January 13, 2015
We first stopped at the Shepherd’s Fields, where we visited a cave, remodeled to hold worship services, and learned some interesting facts. As recently as the 1970’s, shepherds followed strips from Bethlehem to the Dead Sea. They would lead their sheep to the Dead Sea region (Israel’s version of Arizona) during the winter months, and then lead them back toward Bethlehem as summer approached. Shepherds put their animals in the back of the cave, where their breathing and bodies provided heat for the whole cave. The father slept by the front of the cave so he could protect the others. And so these shepherds were easily awakened by the angel chorus 2,000 years ago.
January 12, 2015
We began our day at the top of the Mount of Olives. Dr. Wittmer lead us in a devotional about the physical return of and hope we have in Jesus Christ. After our devotional we started walking down the Mount of Olives towards the City of Jerusalem and the Sheep Gate. Just before walking through the Sheep Gate we paused to read about the Triumphal Entry of Jesus Christ and His weeping for the city in Matthew 21:1-11. The Sheep Gate was used during temple worship time to bring the sacrificial lambs into the city. What a powerful picture of the humility of Jesus Christ coming to the city through the Sheep Gate as the ultimate lamb and sacrifice for our sins. Only Jesus brings reconciliation and atonement for our sins before a righteous and Holy God.
January 11, 2015
Today marked our first full day in Israel’s capital, Jerusalem. We woke up at 5:45 and were on the bus by 7:15. Our guide warned us that it would be a rainy day and he was right! Our first site was the Temple Mount, a crucially important area for the major religions of the world. The area is controlled by the Israeli Defense Force and we had to pass through several checkpoints in order to get around the Temple Mount.
January 9, 2015
Since we’ve begun our journey around the land of Israel, a single question has framed our travels, “How long, O Lord?” A brief survey of the Old Testament clearly illustrates this recurrent theme: How Long. The people of Israel are longing for a king to rule over them, like the other nations; a king that will drive away enemies and expand territories, like the other nations; a king that will bring freedom. Judges come and go. Kings come on the scene, but they too have their imperfections, and they fall short of expectations and lead the people away from God. Before they know it, in come the Assyrians, then the Babylonians, and it’s away to exile. Not too long after, the Romans come in and conquer the land. How Long, O Lord? How long must we wait!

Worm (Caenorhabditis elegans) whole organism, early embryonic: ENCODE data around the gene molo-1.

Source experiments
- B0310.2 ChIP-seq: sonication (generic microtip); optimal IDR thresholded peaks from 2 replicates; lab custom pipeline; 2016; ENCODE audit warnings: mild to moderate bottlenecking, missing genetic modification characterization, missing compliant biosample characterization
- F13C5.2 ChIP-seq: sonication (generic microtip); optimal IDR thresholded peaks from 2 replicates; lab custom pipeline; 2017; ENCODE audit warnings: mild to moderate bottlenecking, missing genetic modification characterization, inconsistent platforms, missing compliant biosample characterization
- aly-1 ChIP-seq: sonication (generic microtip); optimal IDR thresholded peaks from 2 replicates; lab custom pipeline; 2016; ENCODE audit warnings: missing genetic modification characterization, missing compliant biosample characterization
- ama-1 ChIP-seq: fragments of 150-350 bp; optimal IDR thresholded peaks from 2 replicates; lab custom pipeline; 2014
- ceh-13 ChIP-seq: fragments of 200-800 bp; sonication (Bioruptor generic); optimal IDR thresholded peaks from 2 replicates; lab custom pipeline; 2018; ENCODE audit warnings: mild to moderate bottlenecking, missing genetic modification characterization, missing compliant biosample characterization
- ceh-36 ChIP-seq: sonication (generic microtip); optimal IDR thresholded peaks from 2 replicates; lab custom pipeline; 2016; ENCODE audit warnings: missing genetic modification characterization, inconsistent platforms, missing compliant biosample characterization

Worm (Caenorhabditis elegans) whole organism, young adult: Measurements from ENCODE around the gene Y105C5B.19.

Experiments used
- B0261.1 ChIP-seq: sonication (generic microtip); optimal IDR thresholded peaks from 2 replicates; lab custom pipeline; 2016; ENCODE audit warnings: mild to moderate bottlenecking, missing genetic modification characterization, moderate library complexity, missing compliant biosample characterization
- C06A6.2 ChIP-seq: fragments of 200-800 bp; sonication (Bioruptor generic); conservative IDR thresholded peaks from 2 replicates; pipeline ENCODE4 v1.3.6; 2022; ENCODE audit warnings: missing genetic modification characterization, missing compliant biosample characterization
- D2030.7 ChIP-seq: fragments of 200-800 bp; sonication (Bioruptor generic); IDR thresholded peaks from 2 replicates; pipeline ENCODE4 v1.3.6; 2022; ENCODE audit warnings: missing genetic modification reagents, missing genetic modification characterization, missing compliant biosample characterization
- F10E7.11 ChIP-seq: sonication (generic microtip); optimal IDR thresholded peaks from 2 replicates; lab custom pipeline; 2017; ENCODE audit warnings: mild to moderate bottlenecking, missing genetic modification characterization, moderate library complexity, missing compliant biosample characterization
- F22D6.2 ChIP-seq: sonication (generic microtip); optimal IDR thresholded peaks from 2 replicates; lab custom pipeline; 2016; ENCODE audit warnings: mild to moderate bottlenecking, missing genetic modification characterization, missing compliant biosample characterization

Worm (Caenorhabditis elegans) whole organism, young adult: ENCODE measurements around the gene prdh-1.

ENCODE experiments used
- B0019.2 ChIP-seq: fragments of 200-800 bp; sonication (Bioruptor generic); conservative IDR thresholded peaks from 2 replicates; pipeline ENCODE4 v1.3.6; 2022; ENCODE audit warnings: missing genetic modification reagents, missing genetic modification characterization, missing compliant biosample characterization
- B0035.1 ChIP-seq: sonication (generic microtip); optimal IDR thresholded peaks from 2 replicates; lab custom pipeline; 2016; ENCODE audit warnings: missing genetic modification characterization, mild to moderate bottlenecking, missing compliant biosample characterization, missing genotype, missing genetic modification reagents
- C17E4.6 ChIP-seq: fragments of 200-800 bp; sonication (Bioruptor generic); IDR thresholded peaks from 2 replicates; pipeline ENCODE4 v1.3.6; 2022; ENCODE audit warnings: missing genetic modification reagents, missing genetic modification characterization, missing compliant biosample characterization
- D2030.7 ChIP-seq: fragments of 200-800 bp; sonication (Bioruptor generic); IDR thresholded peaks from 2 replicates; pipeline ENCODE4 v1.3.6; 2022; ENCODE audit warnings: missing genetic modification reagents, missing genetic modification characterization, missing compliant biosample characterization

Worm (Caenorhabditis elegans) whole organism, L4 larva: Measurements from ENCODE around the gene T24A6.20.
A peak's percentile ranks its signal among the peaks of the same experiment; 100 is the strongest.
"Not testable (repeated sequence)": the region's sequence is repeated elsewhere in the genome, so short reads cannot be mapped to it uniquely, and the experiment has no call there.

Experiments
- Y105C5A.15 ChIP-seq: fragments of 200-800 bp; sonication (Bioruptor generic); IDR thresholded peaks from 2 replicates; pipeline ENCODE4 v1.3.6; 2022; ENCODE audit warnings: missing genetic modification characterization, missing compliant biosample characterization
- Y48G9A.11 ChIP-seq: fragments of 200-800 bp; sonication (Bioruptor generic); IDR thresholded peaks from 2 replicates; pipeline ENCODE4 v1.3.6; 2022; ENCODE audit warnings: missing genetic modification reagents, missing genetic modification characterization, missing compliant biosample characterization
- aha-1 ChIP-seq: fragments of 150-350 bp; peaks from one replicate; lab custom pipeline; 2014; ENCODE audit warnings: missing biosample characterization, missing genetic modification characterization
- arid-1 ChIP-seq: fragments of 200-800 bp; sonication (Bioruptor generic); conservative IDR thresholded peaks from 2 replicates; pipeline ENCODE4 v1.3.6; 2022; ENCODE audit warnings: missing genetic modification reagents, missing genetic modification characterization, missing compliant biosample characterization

We were up and running at 4:30 am. Our group headed to Mt. Arbel and wasted no time to start hiking eagerly. The excitement was high as we learned that most sources agree that a trail following the valley behind Mt. Arbel and connecting the cities on the northeast of the Sea of Galilee to Southern Israel all the way to Jerusalem, was a path that Jesus took with his disciples regularly. It took us a solid 45 mins to hike the Arbel through a few harrowing twists.
January 7, 2015
En Gedi is an oasis of beautiful flowing waterfalls, green accacia trees, and a variety of animals and insects, including the amazing ibex and rock hyrax. It is located on the western seashore of the Dead (Salt) Sea, the lowest point on the planet (~1,300 feet below sea level). It is 22 miles east of Hebron, which lies at 3,000 feet above sea level, and provides the major source of water for En Gedi. Despite this region receiving only 1.3 inches of waterfall per year, Hebron receives more, and this flows down the mountain hills right towards the city, thus sustaining it with water for life.
January 6, 2015
We started off the morning with breakfast at the Isrotel hotel, where we are currently staying. After breakfast, we all gathered along the shore of the Dead Sea for devotions, which was led by Dr. Peter Osborn. He spoke about the basic need of water in a dry land, and such Scriptural words take on considerably new meaning when surrounded by the vast and arid nature of the Judean desert. From the hotel, we drove north along the Dead Sea to Masada. Half of the group took the cable car up to the top of the steep plateau, while the rest of us walked the zigzagging two-mile trail to the top.